Clementi said it should be the opposite, and that people of faith should open their arms to LGBT youth.
“The body of Christ needs to be a refuge that wounded people can go to to be better and be healed as opposed to being shot,” Clementi said.
The Southern Baptist Convention said the denomination does not condone any type of bullying or marginalization.
“Southern Baptists are on record opposing bullying of any kind, including those who struggle with sexual identity issues,” said Executive Committee representative Roger Oldham in a written statement. “We believe all people bear the image of God and should be treated with dignity and respect. We also believe God’s image in us has been marred by sin and is only restored when we enter a saving relationship with God through Jesus Christ as Lord.”
In a statement, the Southern Baptist Convention encouraged meeting attendees to cordially respond to Faith in America advocates.
Dr. Jack Drescher is a New York-based psychiatrist and psychoanalyst who is on Faith in America’s Medical Advisory Board for its “Save yOur Kids” initiative.
He will be traveling to Phoenix during the convention as well, discussing the science of human sexuality with meeting attendees — particularly homosexuality and transgender issues.
He said his goal is to educate those who attend the conference and “correct some misunderstandings” about the LGBT community, adding that “people don’t choose to be gay or lesbian or bisexual or transgender.”
Drescher insists he’s not out to condemn their beliefs.
“As a medical professional, I’m not in a position to argue religion,” he said. “I’m not there to tell people what to believe and what not to believe.”
Drescher said he’s optimistic that at least some people at the meeting will be receptive to the organization’s message because the Southern Baptist Convention has admitted to and apologized for mistreatment of marginalized groups before.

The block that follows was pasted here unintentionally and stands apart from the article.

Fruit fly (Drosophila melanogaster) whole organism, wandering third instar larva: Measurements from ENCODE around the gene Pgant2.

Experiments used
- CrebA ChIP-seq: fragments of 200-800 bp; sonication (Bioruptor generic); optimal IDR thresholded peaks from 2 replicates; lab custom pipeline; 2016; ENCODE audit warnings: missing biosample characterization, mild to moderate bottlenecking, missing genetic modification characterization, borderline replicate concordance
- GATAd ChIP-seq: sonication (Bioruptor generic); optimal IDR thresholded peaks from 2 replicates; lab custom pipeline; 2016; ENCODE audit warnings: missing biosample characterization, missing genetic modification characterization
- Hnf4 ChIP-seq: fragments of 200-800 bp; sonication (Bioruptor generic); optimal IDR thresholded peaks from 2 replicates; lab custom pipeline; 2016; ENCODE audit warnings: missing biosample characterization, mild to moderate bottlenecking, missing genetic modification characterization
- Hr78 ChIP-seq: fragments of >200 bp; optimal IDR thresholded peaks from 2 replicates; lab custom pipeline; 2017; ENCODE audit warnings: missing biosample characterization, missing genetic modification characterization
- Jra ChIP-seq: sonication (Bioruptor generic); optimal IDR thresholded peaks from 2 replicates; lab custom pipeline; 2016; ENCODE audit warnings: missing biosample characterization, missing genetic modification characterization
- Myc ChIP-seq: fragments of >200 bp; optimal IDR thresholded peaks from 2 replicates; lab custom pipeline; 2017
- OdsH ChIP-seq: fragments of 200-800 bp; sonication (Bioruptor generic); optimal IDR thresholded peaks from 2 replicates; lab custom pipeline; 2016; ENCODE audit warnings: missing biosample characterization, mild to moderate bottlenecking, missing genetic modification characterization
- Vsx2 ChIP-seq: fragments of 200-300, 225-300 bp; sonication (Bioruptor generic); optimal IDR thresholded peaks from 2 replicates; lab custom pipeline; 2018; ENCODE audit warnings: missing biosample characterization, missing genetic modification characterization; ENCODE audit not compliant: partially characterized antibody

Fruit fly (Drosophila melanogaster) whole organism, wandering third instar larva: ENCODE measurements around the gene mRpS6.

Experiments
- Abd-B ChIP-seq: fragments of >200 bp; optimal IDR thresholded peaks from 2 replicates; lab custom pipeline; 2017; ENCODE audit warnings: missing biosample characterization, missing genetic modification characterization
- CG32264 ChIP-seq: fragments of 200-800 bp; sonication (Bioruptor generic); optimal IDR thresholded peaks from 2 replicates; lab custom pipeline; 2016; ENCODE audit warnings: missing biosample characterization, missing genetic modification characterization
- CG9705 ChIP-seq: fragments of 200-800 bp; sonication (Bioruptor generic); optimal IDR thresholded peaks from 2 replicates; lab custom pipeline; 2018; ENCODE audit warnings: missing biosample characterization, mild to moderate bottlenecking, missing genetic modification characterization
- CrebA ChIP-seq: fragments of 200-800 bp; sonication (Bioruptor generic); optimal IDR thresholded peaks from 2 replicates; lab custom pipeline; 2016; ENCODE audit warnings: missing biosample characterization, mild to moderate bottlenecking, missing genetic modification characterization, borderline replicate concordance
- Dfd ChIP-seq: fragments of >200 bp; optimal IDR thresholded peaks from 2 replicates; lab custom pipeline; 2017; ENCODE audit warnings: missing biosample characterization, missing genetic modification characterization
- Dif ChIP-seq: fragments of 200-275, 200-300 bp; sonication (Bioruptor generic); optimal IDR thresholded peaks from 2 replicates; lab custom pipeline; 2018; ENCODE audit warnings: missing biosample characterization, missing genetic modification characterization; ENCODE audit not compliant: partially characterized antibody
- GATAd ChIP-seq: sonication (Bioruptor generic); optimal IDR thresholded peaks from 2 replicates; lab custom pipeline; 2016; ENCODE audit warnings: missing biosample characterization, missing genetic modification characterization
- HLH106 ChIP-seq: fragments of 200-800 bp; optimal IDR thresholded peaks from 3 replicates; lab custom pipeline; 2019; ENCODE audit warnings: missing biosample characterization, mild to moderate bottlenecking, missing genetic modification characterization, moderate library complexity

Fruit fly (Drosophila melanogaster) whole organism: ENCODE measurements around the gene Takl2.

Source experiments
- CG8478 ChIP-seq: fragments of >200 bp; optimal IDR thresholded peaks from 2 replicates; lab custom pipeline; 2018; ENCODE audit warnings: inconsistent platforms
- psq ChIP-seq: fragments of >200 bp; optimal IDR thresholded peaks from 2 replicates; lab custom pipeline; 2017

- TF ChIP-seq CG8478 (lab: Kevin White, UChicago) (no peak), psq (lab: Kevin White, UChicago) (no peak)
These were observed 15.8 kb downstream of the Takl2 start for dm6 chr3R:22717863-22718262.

A 1995 resolution by the Southern Baptist Convention issued a formal apology to African-Americans for “condoning and/or perpetuating individual and systemic racism in our lifetime.”
In the resolution, the church also stated that “Southern Baptists failed, in many cases, to support, and in some cases opposed, legitimate initiatives to secure the civil rights of African-Americans.”
The Southern Baptist Convention said that a resolution titled “On Biblical Sexuality and the Freedom From Conscience” from their annual meeting last year shows their commitment to love and respect all humans.
The resolution states that they “reiterate our love for our neighbors who identify as transgender, seek their good always, welcome them to our churches, and, as they repent and believe in Christ, receive them into church membership” and “applaud and encourage our brothers and sisters who struggle with gender identity or same sex attraction, but who have chosen holiness and God’s design instead.”
The resolution reaffirms the church’s belief that marriage is “between one man and one woman” and says that the church stands in solidarity with those whose “personal freedoms are threatened because their consciences will not allow them to recognize, promote, or participate in activities associated with unbiblical marriage.”
Gold said the Faith in America team will be in the public area near the Phoenix Convention Center, handing out four-page pamphlets about the group’s mission and answering any questions attendees may have.
He added that Faith in America has purchased advertising space on several billboards in the downtown Phoenix area.
Clementi said she hopes to have one-on-one conversations with people and hopes that sharing her son’s story will “plant the seeds of change” within the religious community.
“We need to stop destroying and killing and stealing other people’s lives,” Clementi said. “We need to continue to support life and give life. We need to help them reach the fullest potential of their life, and I think that’s what Scripture is.”
Jeffrey Lazos-Ferns, an advisory board member of the Arizona LGBT+ History Project, discusses his background and the importance of archiving lesbian, gay, bisexual and transgender history in Arizona. David Wallace/azcentral.com